Is The Fed Responsible For The Chaos At Uber?

Uber is awash in easy cash.  Private investors have pumped money into the company on increasingly generous terms with surprisingly few constraints for years.  Why?  Because with real interest rates so low and monetary policy so loose, they were reaching for return anywhere they hoped  they could to find it.

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Uber

In this respect, Uber is not alone.  Snap was able to go public on terms that gave shareholders remarkably few rights.  The values of major tech stocks like Google, Apple, Facebook, Netflix and Amazon have all soared to record highs.  In such an environment, one fears another "Minsky moment."  It is time for the Fed to change course.  It is reassuring to see that Janet Yellen is apparently thinking the same way.

 



About the Author

Brad Cornell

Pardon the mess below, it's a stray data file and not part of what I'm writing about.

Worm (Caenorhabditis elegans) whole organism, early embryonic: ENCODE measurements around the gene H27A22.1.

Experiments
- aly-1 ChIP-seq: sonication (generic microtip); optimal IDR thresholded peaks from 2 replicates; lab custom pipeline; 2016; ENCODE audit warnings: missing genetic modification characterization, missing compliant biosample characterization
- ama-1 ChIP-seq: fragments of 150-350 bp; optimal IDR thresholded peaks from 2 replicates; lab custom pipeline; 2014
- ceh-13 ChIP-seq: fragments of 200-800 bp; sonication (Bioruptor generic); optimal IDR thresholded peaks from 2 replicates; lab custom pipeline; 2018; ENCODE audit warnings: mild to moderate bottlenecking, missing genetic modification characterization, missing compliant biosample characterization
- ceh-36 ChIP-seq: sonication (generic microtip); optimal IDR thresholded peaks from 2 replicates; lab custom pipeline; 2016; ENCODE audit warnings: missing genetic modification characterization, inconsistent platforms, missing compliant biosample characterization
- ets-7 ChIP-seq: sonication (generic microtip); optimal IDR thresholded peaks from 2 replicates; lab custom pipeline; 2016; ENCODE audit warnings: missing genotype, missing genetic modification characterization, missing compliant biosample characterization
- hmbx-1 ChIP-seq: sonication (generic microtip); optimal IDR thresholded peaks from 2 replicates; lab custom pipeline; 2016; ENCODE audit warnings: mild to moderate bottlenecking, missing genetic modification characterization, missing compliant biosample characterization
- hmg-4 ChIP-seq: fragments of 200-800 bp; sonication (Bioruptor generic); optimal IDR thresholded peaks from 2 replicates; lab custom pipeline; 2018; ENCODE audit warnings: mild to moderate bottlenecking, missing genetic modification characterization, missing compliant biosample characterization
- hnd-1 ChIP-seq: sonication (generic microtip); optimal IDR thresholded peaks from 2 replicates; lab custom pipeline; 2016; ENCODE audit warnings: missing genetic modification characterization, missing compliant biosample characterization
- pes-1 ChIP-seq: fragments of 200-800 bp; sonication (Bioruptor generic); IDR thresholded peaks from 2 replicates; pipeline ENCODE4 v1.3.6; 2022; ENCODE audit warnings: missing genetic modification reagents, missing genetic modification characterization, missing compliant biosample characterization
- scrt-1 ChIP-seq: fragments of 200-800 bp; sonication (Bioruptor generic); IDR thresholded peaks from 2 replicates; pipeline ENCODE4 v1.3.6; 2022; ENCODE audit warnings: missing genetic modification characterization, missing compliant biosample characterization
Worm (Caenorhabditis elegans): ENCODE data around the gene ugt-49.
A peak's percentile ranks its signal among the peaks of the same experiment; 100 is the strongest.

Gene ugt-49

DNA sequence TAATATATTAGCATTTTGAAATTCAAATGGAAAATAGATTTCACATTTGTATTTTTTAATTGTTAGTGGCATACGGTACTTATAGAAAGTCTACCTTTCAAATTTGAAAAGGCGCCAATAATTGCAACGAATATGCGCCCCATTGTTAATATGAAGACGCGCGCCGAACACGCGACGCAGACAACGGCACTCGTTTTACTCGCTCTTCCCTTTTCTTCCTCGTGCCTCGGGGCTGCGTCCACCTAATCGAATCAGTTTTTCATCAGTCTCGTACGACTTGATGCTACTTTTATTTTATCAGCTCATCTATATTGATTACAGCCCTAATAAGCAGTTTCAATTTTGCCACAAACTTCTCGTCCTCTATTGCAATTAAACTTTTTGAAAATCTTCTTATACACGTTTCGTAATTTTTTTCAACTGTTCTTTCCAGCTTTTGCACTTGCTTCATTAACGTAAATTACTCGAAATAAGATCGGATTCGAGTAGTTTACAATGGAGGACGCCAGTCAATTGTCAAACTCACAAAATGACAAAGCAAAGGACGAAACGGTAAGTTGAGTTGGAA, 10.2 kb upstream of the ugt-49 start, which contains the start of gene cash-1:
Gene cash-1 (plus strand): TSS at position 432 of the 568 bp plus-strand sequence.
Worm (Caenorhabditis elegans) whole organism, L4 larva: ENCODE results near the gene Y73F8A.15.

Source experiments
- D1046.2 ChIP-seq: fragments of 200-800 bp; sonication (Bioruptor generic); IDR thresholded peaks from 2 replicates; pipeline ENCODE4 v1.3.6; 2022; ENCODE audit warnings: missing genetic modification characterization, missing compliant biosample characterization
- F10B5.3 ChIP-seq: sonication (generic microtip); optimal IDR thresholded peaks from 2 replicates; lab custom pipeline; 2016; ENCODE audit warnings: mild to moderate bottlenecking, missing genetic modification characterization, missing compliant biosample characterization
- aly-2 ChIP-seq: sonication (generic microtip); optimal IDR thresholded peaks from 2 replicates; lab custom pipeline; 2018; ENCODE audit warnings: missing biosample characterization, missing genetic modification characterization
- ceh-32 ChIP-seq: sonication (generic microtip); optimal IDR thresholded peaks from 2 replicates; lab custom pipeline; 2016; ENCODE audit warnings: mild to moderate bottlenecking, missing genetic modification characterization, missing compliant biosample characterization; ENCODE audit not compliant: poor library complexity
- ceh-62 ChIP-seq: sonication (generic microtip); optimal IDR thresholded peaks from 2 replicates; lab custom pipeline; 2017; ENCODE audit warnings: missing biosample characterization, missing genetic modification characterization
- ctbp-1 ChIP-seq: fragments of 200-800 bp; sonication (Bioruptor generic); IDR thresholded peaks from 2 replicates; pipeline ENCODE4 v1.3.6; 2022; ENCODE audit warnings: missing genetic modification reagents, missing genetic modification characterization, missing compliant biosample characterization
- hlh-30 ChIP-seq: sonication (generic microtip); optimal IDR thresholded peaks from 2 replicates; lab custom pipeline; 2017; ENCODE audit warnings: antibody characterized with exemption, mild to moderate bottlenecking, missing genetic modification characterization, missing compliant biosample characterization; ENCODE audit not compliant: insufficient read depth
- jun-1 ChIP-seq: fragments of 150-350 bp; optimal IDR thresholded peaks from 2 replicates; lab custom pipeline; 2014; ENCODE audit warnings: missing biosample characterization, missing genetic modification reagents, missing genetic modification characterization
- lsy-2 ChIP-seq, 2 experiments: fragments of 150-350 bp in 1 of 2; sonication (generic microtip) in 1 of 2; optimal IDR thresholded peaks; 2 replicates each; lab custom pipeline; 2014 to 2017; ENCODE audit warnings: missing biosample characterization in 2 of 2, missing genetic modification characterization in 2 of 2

Bradford Cornell is a emeritus Professor of Financial Economics at the Anderson School of Management at UCLA. Prof. Cornell has taught courses on Applied Corporate Finance, Investment Banking, and Corporate Valuation. Professor Cornell received his Masters degree in Statistics and his PhD in Financial Economics from Stanford University. In his academic capacity, Professor Cornell has published more than 125 articles on a wide variety of topics in applied finance, particularly empirical analysis of asset pricing models. He is also the author of Corporate Valuation: Tools for Effective Appraisal and Decision Making, published by Business One Irwin, The Equity Risk Premium and the Long-Run Future of the Stock Market, published by John Wiley and Conceptual Foundations of Investing published by John Wiley. He is a past Director and Vice-President of the Western Finance Association and a past Director of the American Finance Association. As a consultant, Professor Cornell has provided testimony and expert analysis in some of the largest and most widely publicized finance related cases in the United States. Among his clients are: AT&T, Berkshire Hathaway, Bristol-Myers, Citigroup, Credit Suisse, General Motors, Goldman Sachs, Merck, Microsoft, Morgan Stanley, Orange County CA, Price Waterhouse, Verizon, Walt Disney and various agencies of the United States Government. Professor Cornell is also a senior advisor to Rayliant Global Investors and to the Cornell Capital Group. In both capacities, he provides advice on fundamental investment valuation. In his free time Prof. Cornell enjoys cycling and golf.